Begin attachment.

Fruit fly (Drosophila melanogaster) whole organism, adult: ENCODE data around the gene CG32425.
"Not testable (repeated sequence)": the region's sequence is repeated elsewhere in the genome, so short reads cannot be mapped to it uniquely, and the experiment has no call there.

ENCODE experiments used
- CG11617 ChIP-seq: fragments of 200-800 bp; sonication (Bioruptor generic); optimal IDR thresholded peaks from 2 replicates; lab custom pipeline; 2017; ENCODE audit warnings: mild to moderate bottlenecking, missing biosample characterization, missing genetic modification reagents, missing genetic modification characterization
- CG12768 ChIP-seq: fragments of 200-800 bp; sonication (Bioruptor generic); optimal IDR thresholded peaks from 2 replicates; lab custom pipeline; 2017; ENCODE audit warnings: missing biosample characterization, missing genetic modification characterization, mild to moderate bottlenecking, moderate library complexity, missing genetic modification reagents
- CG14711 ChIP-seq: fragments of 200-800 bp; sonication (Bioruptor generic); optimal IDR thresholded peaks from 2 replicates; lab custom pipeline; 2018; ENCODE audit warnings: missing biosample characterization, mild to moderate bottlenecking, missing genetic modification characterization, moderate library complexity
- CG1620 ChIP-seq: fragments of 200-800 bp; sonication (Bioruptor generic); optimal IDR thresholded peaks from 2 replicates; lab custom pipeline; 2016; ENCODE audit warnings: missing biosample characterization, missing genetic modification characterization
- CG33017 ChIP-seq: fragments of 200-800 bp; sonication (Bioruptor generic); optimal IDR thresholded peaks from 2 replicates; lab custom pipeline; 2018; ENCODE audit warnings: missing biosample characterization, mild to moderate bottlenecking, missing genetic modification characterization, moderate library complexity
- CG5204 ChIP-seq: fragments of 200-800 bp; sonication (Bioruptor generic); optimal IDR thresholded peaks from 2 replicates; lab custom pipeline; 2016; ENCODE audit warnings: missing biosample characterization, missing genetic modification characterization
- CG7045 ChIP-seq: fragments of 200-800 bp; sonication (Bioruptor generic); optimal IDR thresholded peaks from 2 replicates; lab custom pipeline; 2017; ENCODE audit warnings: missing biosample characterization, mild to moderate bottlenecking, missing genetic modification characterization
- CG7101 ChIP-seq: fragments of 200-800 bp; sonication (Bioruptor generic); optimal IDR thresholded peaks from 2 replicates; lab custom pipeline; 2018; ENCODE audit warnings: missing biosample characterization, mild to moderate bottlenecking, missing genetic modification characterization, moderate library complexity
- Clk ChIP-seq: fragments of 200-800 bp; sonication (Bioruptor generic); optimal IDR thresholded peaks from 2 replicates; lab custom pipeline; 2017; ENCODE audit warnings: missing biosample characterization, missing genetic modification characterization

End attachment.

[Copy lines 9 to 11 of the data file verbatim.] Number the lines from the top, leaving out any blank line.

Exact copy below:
- CG5204 ChIP-seq: fragments of 200-800 bp; sonication (Bioruptor generic); optimal IDR thresholded peaks from 2 replicates; lab custom pipeline; 2016; ENCODE audit warnings: missing biosample characterization, missing genetic modification characterization
- CG7045 ChIP-seq: fragments of 200-800 bp; sonication (Bioruptor generic); optimal IDR thresholded peaks from 2 replicates; lab custom pipeline; 2017; ENCODE audit warnings: missing biosample characterization, mild to moderate bottlenecking, missing genetic modification characterization
- CG7101 ChIP-seq: fragments of 200-800 bp; sonication (Bioruptor generic); optimal IDR thresholded peaks from 2 replicates; lab custom pipeline; 2018; ENCODE audit warnings: missing biosample characterization, mild to moderate bottlenecking, missing genetic modification characterization, moderate library complexity